The museum was delighted to receive a donation of a silk embroidered postcard from Mary Enright, a recent visitor to the museum.  The post card was made in Paris and is in mint condition. 

Museum Opening Hours


The museum is now open Monday to Friday from 10.15 a.m. to 4.45 p.m. each day.

We are delighted to be open again to welcome our old friends as well as new visitors.


Irish Arts Review

Irish Arts Review summer issue

The summer issue of the Irish Arts Review is just published.  William Fraher and Julian Walton have an article on Curraghmore House titled ‘Stags and Dragons’ which gives the history of the house with attractive illustrations.  Available from Easons.

Privateers in Dungarvan 1710

Extract from: Dublin Intelligencer 25 February 1710

(Dublin).  We have the following account from Dungarvan, viz. a privateer [A private citizen or ship that engages in maritime warfare under authority from a sovereign] of the guns (that lately took the Elizabeth of Chester off the Holy Head); being homeward bound for France was forced into that bay, [Dungarvan] where thinking themselves secure, they hoisted the English colours and came to anchor on the 12th Instant in the said bay; and at the close of the evening, at high water, came to a fresh berth close under shore; but a Company of Foot that was in Barrack there, having notice given them by a small fishing boat that had observed the Privateer. The said Company of Foot was by their lieutenant immediately marched towards the seaside, and drawn up in ambush, having strict orders not to fire till the lieutenant gave warning by firing his pistol.  The Privateer’s crew about eight a clock at night came ashore, (designing as they have since owned to plunder some farmers’ houses about a mile thence) and as they marched silently between the Grenadiers [A specialist unit of soldiers founded in mid to late 17th century, composed of the strongest and tallest soldiers, derived from the word grenade] were saluted by a volley on either side, which killed one of their crew; so the privateer’s men returned the volley, and killed one of the Grenadiers, who having a plain sight of the French men, by the fire of their own arms, let fly at them, and killed three more, which so disheartened them, that they cried out quarters; which was granted.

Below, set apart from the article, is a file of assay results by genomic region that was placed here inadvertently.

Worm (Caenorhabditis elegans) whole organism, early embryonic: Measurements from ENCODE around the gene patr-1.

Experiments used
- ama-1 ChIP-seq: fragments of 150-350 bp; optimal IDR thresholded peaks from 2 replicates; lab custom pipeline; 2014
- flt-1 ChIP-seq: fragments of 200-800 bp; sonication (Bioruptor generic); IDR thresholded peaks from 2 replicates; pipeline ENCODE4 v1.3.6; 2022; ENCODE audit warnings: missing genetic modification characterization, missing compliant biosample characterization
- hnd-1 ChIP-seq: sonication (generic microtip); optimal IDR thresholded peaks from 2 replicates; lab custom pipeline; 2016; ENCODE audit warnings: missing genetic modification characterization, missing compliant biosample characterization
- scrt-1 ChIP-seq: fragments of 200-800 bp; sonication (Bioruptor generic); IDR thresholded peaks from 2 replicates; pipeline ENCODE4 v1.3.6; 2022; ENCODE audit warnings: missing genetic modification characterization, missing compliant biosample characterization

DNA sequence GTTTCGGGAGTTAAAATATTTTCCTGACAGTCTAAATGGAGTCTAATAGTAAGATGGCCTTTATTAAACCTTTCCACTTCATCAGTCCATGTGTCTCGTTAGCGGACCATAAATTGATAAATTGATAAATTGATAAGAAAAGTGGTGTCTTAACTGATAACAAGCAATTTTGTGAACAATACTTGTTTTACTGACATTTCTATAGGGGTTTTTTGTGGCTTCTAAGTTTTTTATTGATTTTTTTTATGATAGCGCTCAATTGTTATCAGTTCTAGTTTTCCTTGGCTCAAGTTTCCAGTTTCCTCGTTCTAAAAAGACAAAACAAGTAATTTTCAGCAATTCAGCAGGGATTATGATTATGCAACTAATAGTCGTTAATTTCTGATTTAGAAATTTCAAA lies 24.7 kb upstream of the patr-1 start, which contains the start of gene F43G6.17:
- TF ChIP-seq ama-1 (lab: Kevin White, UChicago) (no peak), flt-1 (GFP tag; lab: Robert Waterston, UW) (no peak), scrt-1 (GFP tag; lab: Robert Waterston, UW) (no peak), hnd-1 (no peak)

The country coming in, they surrendered by command of their captain who was in shore.  There was found on board eleven ransomers, among whom was the master of the Elizabeth, likewise abundance of rich goods. The master is now on board of his own ship The Elizabeth at the Passage of Waterford, intending for this harbour [Dublin] as soon as possible he can meet with a convoy and a fair wind.


We would like to extend our sympathies to committee member Dennis Barron on the recent death of his brother.  Ar dheis Dé go raibh a anam dílis.


Seed Potatoes for Waterford Farmers


Irish Independent 28 March 1905

When it was announced that a supply of seed potatoes would be given this year, the Guardians of Dungarvan Union decided to make application for a supply of Scotch Champions, a quantity of seed which proved very satisfactory in the district on former occasions.  They invited tenders, and Messrs Power & Son, seedsmen, Waterford, were declared contractors.

The other day a steamer loaded with one hundred tons of potatoes landed at Dungarvan Quay.  The unloading and transfer cartage of the seed to the store in the Town Hall (kindly lent by the Urban Council for the purpose of storage) afforded some needed employment.

The people were busy for three days carting away the seed, and one and all were delighted with the appearance of the potatoes.  It is earnestly hoped that they will prove productive and turn out the boon to the small farmers it is intended they should be.  The seed, which was put up in sacks, each containing two hundredweight, came direct from Glasgow to Dungarvan Quay.